While the basic steps of hip replacement surgery are similar, many variables depend on the patient, the orthopedic surgeon, and the type of prostheses that are used. Below are some common surgical variables patients may encounter.
Minimally Invasive Hip Replacement Surgery
Minimally invasive hip replacement surgery is defined differently by different people:
- Some surgeons define it by the actual size of the skin incision, with an incision of 10 cm or smaller indicating a more minimally invasive procedure.1
- Others define a minimally invasive surgery as one that uses techniques and modified tools to avoid cutting some of the muscle and other soft tissue around the hip. These approaches to the hip are theoretically more “muscle sparing.” (Hip replacement using the direct anterior approach fits this definition.)
No matter how it is defined, minimally invasive surgery can be technically challenging and pose a unique set of risks. Patients are encouraged to ask about their orthopedic surgeons’ experience. Evidence suggests surgeons who have performed at least 35 to 100 surgeries using a specific surgical method have lower complication rates.2,3
Computer-assisted Hip Replacement Surgery
Some orthopedic surgeons use computers during surgery to help ensure optimal placement of the new hip prostheses. Research suggests1 this technology helps ensure:
- Less variability in the placement of hip prostheses
- Better restoration of leg-length and hip joint mechanics
Computer-assisted navigation equipment is costly, and not all hospitals and surgical centers offer it.
Types of Prostheses
The exact design and shape of a prosthetic ball-and-socket can vary. For example:
- The prosthetic ball can range in size, typically 32 mm to 36 mm in diameter.6
- The femoral stem that fits into the femur (thighbone) can be short or long. A shorter stem is about 14 cm long, while a conventional stem can be nearly twice that length.7
- While the femoral stem is typically made of metal, the femoral head (“ball”) is usually made of metal or ceramic.
Similar types of differences exist among hip socket prosthetics.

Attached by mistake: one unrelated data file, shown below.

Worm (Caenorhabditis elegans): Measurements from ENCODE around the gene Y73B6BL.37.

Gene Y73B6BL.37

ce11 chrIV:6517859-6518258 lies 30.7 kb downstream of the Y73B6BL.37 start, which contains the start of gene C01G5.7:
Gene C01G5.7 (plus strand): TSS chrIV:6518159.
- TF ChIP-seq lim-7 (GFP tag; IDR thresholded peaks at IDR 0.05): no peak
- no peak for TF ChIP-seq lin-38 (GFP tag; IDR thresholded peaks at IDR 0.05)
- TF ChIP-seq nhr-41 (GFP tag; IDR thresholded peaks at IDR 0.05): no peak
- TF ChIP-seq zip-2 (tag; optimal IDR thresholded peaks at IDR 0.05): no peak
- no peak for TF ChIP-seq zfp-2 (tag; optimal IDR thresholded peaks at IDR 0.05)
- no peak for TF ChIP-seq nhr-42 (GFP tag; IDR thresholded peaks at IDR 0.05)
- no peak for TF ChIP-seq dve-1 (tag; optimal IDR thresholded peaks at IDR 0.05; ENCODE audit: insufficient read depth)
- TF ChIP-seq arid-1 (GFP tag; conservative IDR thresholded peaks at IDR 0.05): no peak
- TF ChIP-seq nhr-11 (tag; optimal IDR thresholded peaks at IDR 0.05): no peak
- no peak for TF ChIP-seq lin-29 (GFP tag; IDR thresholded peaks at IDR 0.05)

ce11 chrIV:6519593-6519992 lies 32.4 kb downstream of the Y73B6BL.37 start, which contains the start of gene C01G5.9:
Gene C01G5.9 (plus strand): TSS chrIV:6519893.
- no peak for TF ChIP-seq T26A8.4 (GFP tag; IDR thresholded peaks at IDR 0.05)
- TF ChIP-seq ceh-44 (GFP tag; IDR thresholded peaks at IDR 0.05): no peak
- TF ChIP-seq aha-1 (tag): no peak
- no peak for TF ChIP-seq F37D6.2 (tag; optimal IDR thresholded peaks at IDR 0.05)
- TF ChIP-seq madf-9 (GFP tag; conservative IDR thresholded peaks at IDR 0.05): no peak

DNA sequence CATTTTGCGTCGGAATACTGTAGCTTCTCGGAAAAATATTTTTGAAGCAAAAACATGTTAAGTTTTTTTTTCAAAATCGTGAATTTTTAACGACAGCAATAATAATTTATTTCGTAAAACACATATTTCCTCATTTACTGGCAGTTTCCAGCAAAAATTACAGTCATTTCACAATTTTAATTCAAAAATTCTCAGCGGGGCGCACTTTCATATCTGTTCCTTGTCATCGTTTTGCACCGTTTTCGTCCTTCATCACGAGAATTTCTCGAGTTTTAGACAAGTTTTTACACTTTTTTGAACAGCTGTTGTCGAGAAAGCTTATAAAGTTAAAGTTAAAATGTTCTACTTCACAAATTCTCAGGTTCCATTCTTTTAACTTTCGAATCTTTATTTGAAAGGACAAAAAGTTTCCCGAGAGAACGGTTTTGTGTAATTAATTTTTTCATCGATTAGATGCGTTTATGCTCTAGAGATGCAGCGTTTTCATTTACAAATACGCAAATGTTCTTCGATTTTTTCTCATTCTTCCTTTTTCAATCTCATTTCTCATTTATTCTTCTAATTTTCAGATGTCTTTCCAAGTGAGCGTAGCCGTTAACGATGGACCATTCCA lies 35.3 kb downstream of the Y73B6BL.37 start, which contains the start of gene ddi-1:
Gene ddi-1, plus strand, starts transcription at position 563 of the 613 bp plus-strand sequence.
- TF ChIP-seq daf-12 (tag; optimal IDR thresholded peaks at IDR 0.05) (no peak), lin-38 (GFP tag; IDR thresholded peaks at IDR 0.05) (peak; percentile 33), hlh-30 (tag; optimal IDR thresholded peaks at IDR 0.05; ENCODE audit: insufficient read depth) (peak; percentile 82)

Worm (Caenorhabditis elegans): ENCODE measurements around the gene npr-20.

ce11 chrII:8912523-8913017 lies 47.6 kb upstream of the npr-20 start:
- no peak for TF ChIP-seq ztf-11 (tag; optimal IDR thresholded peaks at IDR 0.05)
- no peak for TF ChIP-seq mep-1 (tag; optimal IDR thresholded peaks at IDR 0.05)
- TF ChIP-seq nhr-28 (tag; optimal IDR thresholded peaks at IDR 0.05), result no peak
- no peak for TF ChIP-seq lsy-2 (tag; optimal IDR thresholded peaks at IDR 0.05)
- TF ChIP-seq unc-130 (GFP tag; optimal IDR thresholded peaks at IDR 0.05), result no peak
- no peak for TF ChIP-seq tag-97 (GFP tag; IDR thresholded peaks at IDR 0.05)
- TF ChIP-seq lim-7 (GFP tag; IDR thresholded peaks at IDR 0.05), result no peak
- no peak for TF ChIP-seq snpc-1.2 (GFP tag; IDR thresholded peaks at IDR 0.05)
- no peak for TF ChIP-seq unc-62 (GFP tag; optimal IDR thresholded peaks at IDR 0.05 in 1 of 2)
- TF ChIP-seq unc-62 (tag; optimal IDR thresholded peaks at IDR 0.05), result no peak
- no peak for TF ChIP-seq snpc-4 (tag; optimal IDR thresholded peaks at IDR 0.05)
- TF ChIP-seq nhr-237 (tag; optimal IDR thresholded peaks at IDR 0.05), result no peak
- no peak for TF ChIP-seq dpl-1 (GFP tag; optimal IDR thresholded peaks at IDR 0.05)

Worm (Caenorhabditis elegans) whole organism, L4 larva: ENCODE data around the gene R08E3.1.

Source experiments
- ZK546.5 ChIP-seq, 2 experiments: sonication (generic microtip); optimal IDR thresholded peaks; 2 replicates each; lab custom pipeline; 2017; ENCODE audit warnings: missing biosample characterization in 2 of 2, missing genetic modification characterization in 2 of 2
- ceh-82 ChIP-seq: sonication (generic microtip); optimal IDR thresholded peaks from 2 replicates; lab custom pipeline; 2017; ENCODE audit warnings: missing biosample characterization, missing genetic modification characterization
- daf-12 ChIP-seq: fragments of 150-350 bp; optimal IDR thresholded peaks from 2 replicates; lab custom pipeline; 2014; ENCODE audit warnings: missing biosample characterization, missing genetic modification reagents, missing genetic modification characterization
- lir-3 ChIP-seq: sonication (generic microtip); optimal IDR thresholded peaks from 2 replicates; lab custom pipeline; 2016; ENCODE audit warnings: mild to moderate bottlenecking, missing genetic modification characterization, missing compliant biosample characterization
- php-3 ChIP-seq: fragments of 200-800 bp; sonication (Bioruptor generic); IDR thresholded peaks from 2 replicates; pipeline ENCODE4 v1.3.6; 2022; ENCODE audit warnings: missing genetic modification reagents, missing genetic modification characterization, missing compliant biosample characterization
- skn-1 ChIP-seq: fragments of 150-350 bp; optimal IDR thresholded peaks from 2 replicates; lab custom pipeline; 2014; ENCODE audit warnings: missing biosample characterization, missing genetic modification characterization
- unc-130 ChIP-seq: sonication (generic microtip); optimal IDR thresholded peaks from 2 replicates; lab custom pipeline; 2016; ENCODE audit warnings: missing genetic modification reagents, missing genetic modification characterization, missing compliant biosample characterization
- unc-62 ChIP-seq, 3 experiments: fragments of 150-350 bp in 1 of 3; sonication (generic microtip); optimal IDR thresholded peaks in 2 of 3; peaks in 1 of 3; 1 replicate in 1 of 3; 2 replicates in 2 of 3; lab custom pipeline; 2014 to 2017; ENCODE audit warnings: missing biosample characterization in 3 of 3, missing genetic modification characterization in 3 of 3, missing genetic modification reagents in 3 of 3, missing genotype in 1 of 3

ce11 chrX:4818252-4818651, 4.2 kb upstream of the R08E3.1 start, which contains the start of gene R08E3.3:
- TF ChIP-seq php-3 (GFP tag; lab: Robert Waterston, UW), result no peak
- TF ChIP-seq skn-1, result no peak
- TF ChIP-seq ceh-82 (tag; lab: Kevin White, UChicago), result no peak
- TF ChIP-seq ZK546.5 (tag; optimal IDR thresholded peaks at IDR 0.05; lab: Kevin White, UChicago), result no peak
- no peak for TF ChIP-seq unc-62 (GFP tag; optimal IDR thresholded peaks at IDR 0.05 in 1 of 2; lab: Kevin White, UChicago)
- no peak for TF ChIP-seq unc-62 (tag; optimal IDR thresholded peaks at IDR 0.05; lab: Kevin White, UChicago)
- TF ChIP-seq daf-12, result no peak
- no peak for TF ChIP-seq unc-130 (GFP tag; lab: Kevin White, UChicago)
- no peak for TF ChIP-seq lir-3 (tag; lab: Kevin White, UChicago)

There is no definitive scientific evidence showing certain hip prostheses are better than others for all patients.1,8 The type of prostheses used will depend on the surgeon’s preference and possibly the patient’s age, anatomy, and lifestyle.
Patients may be offered custom prosthetics, tailored to their particular anatomy. Custom prosthetics do not offer notable advantages for most patients.1 They may be appropriate for patients who have rare anatomical differences or certain medical conditions, such as a fractured femur.
Cemented vs. Cementless Prostheses
Another difference among prostheses is how they are attached to the bone. Components may be attached with bone cement or they may be “cementless,” allowing existing bone to grow into them.
- Cemented prostheses provide more reliable results in people over age 751 or with known osteoporosis.
- Cementless prostheses are used in the majority of hip replacements in the US,9 and are particularly favored in younger patients who do not have significant osteoprosis.1,10
Keep in mind that each patient is unique, and whether an orthopedic surgeon uses cemented or uncemented prostheses (or a combination) will depend on the surgeon’s preference and the patient’s lifestyle and physiology.
The Surgeon’s Experience
One of the most important variables is surgical experience. For example, an experienced surgeon who has expertise in a traditional surgical approach may offer better outcomes than a surgeon who is using the latest technology and methods but has little experience.